DES MOINES, Iowa -- Most of the “mompreneurs” operate their business around the schedules of their young children. They have mastered how to run their own businesses while also being the primary chefs, chauffeurs, maids and schedule keepers for their kids.
Jennifer Eckerman is a mompreneur from Clive, and she somehow balances her family and multiple businesses in a more complicated way than most.
She’s a full-time graphic designer at Lutheran Church of Hope, which she said she loves doing. But the problem that comes with working for a church is that the income isn’t enough to support her family on its own, hence, the other business ventures.
“I make T-shirts on the side as a business. I recently launched a business with Rodan and Fields, a skincare company. So I have all these things and I have to puzzle them into place throughout my kids’ lives -- their sports games and practices, concerts, events and everything,” Eckerman said.
A recent Wall Street Journal article that says child care that can be as expensive or more expensive than sending your kid to college.
It’s a lot easier, in theory, to just get a full-time job, but balancing all the rest gets tricky. For Eckerman, it’s all about finding a time and place for everything.
“A lot of my work happens after my kids go to bed. That’s truly the time that I have, the quiet time. And I have to schedule it, and I have to plan to spend my time on either a freelance job or making someone a birthday T-shirt, or pushing my skincare line. Everything has to have its place, and everything has to fall into place,” Eckerman said.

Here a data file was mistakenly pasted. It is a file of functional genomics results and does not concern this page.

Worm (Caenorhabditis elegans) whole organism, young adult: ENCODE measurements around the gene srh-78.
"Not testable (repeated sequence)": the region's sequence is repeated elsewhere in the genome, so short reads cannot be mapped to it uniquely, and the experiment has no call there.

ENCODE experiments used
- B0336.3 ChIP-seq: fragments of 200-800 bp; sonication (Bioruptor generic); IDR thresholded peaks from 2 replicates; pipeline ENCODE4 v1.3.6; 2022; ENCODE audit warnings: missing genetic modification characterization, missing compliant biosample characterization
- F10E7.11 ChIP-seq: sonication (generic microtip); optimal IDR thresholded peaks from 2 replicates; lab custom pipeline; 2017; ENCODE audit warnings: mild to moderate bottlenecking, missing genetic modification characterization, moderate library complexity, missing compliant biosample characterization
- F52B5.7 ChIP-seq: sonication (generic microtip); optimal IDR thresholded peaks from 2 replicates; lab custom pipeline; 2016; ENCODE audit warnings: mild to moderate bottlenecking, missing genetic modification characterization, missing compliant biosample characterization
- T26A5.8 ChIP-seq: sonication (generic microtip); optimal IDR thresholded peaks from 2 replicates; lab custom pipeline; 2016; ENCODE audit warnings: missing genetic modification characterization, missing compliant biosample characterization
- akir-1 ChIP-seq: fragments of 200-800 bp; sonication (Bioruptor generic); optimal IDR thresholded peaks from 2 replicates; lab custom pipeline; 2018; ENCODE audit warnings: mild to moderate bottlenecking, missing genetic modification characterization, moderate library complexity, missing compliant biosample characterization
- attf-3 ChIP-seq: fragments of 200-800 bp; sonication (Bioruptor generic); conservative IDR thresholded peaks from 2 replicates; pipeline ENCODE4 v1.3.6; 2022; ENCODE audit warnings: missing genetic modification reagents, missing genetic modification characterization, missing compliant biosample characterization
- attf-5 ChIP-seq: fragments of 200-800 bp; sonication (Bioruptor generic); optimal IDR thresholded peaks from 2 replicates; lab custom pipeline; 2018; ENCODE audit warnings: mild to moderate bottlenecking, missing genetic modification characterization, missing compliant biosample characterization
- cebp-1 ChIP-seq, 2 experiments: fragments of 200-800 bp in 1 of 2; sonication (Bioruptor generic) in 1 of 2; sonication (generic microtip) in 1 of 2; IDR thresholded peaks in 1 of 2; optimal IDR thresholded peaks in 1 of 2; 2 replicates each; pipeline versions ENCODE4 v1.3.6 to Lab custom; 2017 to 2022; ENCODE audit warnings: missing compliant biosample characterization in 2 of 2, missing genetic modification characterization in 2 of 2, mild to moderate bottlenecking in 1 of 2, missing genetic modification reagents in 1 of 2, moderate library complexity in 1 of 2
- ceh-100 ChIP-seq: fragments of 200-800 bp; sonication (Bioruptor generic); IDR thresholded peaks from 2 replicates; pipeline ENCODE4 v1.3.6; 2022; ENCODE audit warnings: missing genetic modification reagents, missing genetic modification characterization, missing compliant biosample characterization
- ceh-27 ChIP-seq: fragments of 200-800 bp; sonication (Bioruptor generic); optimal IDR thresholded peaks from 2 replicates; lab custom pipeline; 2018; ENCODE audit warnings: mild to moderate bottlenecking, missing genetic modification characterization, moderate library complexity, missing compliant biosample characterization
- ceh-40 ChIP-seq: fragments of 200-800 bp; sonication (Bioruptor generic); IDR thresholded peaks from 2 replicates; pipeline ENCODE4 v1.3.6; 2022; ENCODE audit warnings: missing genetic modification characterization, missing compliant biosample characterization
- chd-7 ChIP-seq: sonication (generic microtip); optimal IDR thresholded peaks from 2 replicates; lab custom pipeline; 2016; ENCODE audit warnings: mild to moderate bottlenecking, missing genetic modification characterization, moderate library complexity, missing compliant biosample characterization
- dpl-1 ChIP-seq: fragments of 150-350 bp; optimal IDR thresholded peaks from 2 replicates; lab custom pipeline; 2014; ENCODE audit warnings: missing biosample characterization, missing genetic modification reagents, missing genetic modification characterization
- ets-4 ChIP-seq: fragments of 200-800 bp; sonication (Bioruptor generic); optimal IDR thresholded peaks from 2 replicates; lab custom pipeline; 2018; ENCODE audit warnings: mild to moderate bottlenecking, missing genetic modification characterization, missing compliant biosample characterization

Her husband has a full-time job, she has a promised paycheck from the church and she has Thread, her T-shirt company. How does she make it all work?
“I don’t know how it happens. Some days it doesn’t, some days it does. And when it does, woo-hoo!” she said.
There are numerous success stories from mompreneurs like Eckerman, but a lot of mothers struggle with prioritizing. Eckerman explains how she decides what to spend time on between her children and her work.
“A lot of what I do I can fit into the nooks and crannies. I have a 19-month-old who takes a nap, and so when it’s nap time, it’s game on for me,” she said. “I also have a lot of time during school pickup. I’m sitting at school for 40 minutes, so I might as well be doing something. I’m sewing in the car, sometimes I’ll bring my computer in the car and work on freelance design. I fit it in where I can.”
Some parents say they struggle with guilt, saying they sit in an office for 40 hours a week when they could be with their kids.
Eckerman has an extra layer working from home most time, but she explains how she works together with other moms to help each other out.
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